The reasons why pharmaceutical treatments fail

  • To date, the available drugs do not prevent or slow down Alzheimer’s.  At best, drugs may lessen some memory or confusion symptoms.


  • Healthy diets and effective supplements
  • Removing toxins from our environment and lifestyles
  • Exercise for a healthier brain


  • Genetics is not our destiny; epigenetics allows us to change our genetic outcomes
  • We can rewire our brain’s connections to improve our brain health
  • Growing new brain neurons by changing our lifestyles


  • Balancing our blood sugar is critical for brain health and increased energy
  • When blood sugar is elevated it affects how insulin works
  • Diabetes and sustained high blood sugar increases the risk of developing Alzheimer’s
  • Alzheimer’s is now being called type 3 diabetes


The best foods for our brain health

  • An anti-inflammatory diet because it reduces cytokines, which if proliferate, can affect the effectiveness of the immune response
  • Eat diet high in antioxidants to reduce free radicals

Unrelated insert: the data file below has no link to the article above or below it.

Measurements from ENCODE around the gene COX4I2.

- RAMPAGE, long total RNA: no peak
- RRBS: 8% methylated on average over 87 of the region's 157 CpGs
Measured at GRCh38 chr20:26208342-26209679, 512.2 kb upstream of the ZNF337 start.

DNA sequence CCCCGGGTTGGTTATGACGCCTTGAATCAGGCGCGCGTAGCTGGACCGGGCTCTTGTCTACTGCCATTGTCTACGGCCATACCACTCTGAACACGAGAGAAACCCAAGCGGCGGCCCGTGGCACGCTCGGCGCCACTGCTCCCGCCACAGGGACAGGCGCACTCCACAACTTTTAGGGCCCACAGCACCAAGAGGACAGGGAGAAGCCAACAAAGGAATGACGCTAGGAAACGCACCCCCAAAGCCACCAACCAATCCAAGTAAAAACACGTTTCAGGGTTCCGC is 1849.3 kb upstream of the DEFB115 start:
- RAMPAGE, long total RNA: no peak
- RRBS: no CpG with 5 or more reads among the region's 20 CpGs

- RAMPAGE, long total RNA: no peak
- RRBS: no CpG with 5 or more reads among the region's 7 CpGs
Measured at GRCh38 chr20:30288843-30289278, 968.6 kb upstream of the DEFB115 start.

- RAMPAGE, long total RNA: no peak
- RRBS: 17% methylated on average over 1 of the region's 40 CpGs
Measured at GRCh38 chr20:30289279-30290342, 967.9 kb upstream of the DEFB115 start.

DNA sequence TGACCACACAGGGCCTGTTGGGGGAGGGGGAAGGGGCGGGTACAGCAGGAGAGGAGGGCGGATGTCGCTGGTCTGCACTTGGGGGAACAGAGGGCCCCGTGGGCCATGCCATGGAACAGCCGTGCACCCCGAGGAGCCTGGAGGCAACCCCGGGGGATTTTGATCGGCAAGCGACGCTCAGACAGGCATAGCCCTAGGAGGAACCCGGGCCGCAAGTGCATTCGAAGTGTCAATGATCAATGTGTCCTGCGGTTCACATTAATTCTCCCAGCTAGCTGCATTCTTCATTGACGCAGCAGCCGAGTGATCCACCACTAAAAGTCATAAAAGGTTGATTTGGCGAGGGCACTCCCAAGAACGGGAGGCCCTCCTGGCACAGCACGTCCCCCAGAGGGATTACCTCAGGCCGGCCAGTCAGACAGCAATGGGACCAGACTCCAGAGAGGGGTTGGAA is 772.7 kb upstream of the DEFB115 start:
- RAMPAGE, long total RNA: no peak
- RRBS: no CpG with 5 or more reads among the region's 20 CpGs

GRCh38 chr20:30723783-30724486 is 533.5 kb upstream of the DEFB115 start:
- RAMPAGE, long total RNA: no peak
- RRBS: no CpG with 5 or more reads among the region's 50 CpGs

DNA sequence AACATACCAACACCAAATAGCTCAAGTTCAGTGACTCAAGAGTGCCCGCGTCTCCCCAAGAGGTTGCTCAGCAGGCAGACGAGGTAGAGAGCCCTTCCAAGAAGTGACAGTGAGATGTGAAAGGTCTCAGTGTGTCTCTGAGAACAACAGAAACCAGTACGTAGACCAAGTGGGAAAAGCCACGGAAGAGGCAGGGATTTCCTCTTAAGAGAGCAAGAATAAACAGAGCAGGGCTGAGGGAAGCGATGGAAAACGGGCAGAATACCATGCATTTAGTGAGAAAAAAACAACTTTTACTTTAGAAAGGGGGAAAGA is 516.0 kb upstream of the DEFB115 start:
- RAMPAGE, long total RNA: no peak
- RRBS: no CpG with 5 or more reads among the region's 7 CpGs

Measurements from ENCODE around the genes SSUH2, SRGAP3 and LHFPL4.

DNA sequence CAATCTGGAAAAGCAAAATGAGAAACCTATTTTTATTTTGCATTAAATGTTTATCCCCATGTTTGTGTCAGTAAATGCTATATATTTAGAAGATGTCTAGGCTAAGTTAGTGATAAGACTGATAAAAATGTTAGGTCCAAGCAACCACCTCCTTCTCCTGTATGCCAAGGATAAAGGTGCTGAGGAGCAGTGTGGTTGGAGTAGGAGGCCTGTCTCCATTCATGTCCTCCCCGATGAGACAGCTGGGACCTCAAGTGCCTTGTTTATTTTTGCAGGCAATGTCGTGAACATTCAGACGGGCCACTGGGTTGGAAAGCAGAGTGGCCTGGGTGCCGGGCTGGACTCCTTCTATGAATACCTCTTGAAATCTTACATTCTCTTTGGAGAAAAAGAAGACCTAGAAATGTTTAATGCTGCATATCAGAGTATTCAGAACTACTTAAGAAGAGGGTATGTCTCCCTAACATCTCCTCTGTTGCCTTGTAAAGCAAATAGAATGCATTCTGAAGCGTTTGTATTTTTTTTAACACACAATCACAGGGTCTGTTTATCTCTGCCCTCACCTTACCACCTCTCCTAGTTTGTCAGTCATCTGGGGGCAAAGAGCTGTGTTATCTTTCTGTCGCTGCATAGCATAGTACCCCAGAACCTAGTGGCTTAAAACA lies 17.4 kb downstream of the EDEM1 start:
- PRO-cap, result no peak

• Eat high complex carbs, whole foods, fibre nurtures gut bacteria, increase good fats (eg olive oil, avocado), plate = 75% colourful veggies + protein of choice eg tempeh, nuts, seeds, legumes/ beans, grass fed meats, pastured free range chicken and eggs, oily fish (ie SMASH – salmon, mackerel, anchovies, sardines, herring)

The worst foods for our brain health

  • Processed food and sugar degenerates brain health and increases inflammation in the body
  • High sugar diet leads to high blood sugar, which leads to a less responsive brain (eg brain fog)
  • Highly processed grains are converted into sugar too possibly leading to elevated blood sugar levels.

Beverages that reduce our risk of Alzheimer’s

  • Water, herbal teas, non-carbonated drinks

Science informs us that ketosis, fasting, and caloric restriction improves brain health

  • Fasting increases the brain derived neurotrophic factor in the brain (BDNF), which helps brain cells grow, strengthens synapses so neurons communicate better, and reduces ageing.
  • If our homocysteine (an amino acid that makes proteins) is high it doubles the chance of getting Alzheimer’s.